Donate

Join Now

Take Action

Newsletter

Take Action

Legislative Tracker

 

Outings Calendar

Thurs, Sept. 4: Nighttime Hike-Ice Age Trail University Ridge Golf Course

Wed, Sept. 10: Crusin' on the Capitol Pedaler

Sept. 16-21: Build New Ice Age Trail in Chippewa Co.

Sun, Sept 21: People's Climate March

 

 

Click here for more details and other outings....




Home > Issues > Beyond Fossil Fuels to Clean Energy > Clean Energy Solutions

 

CLEAN ENERGY SOLUTIONS FOR WISCONSIN'S FUTURE:

  • Create in-state 21st Century jobs: Wisconsin sends $16 billion dollars out of state every year on fossil fuels to fuel our energy needs. Clean energy jobs can create a 21st Century economy in Wisconsin.  Click here to learn about the 21st Century Economy we already have in Wisconsin and our potential to create many more jobs                                                                             

  • Reduce air pollution and subsequent health effects: A 2010 Clean Air Task Force study found that fine particulate matter emitted by Wisconsin’s coal plants causes about 456 heart attacks and 268 premature deaths every year.  Mercury emissions from coal plants are linked to nerve damage that have required fish consumption advisories for every water body in our state, and coal ash has contaminated drinking water in Caledonia and other locations.                                
  • Reduce climate-change causing pollution: burning coal (how Wisconsin gets over 60% of its electricity) is the leading source of carbon dioxide.  Reducing our dependence on fossil fuels will reduce Wisconsin's greenhouse gas emissions.

All forms of energy have negative factors, but studies show that impacts on property values, human health, and wildlife are negligible relative to fossil fuels.


 

Advocating for Renewable Energy

energy efficiency

solar panel

 Energy Efficiency            Wind Energy              Solar Power              Great Lakes Wind

                                 


Policies Wisconsin Needs to encourage clean, renewable energy:

  • Clean Energy Choice or 3rd Party Power Purchase Agreement legislation is a simple clarification of current law that would allow a third party to install, maintain, and sell power from a renewable energy system back to the those homeowners or business.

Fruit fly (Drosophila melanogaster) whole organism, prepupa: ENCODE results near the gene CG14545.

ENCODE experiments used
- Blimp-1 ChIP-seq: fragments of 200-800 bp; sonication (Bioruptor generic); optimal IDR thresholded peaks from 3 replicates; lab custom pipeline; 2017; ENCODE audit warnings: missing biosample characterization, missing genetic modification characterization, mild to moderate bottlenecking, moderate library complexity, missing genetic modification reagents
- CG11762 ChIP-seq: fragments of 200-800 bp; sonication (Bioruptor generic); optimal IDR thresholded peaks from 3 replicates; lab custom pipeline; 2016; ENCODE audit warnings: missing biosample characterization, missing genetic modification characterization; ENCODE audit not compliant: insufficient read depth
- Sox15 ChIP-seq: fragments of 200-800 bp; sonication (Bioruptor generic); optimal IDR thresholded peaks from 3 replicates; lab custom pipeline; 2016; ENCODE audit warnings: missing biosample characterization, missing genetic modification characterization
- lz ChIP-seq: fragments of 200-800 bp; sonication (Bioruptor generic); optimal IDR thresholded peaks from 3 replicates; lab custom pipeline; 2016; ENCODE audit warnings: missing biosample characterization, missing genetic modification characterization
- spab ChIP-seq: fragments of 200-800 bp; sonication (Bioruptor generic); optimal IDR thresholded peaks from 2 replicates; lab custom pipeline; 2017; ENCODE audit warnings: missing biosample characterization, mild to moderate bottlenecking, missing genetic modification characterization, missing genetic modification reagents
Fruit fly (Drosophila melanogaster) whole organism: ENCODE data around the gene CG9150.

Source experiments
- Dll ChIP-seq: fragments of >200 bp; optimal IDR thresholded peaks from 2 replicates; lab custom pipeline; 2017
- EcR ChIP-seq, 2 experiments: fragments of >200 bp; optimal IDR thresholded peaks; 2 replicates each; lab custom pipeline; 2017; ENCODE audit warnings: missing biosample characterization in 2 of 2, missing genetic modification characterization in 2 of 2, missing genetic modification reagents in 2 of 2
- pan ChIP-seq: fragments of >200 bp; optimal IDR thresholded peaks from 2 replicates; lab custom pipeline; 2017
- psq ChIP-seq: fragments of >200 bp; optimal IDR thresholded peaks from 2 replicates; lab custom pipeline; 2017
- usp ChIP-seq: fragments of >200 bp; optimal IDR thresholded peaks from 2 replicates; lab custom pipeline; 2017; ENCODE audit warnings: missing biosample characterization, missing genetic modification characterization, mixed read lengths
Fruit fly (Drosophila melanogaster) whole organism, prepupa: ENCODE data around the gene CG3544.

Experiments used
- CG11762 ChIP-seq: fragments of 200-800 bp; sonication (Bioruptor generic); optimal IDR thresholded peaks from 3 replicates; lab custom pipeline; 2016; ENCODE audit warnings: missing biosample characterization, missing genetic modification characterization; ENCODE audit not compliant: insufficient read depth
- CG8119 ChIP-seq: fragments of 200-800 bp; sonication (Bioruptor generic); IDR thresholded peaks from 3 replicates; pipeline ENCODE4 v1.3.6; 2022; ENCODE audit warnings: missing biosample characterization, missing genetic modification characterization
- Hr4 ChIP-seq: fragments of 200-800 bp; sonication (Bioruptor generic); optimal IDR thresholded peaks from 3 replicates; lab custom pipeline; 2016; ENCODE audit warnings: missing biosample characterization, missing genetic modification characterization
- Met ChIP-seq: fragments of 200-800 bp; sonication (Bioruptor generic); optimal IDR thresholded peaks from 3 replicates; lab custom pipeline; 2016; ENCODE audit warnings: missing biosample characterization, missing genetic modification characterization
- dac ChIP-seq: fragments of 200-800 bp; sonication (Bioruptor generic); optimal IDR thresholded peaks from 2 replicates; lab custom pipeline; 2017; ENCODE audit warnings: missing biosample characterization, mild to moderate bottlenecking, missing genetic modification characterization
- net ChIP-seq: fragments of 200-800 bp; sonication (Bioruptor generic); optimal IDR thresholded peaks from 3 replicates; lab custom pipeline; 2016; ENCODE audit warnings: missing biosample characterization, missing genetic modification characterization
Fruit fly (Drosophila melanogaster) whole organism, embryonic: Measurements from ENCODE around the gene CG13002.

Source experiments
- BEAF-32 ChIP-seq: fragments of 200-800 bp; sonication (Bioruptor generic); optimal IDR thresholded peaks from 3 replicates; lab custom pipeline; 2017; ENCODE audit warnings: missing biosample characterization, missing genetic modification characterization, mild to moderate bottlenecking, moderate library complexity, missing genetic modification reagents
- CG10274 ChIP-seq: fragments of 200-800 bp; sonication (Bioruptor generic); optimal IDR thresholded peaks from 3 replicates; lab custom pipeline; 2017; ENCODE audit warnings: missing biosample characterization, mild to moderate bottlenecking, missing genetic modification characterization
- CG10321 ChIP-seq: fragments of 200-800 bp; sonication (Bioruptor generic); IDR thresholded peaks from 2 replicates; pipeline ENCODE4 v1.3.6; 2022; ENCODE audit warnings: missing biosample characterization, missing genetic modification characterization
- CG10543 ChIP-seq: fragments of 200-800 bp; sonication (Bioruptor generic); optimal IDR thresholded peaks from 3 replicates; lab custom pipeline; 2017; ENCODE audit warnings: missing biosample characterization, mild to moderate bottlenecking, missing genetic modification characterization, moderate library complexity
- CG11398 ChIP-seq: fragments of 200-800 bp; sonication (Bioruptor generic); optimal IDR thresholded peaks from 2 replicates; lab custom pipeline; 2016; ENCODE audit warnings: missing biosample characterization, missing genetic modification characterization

• Net-metering requires all utilities buyback customer generated renewable energy at wholesale rates; and provide credit to customers that can be used at other times for excess energy produced.

  • 25% Renewable Portfolio Standard (RPS) requires 25% of the power generated or purchased by utilities to come from renewable energy sources.   Wisconsin currently has a 10% RPS by 2015 and our utilities have met or on track to meeting this. It's time to raise the standard again. Minnesota and Illinois have a 25% RPS and a Minnesota has a 30% RPS for Xcel Energy (their largest utility). 

 

In 2009-2010 the Sierra Club - John Muir Chapter was a member of the Wisconsin Global Warming Taskforce (GWTF), which brought policymakers to the table with industry and environmental stakeholders to create a powerful roadmap to cut Wisconsin’s greenhouse gas emissions 75% from 2005 levels by 2050.  Taskforce recommendations included goals for Wisconsin to obtain at least 25% of our energy from renewable sources by 2025, and policies that promote small, distributed renewable energy projects, such as net metering, fair buyback rates for renewables.  Although this didn’t pass, we continue to work together to promote policies that will create jobs, protect our environment and build a better future.

The Wisconsin Blue Green Alliance and the Apollo Alliance
Launched in 2006, the Blue Green Alliance is a strategic initiative led by the United Steelworkers and Sierra Club and including many other "blue" (blue collar/labor) and "green" (environmental) partners. The BGA creates a formal structure for creating a renewed, vibrant base of  Americans who will work for good jobs, a clean environment, and a safer world. In Wisconsin, the BGA leverages the power and size of the USW's 35,000 members and retirees, and the Sierra Club’s John Muir Chapter, with its 15,000 members.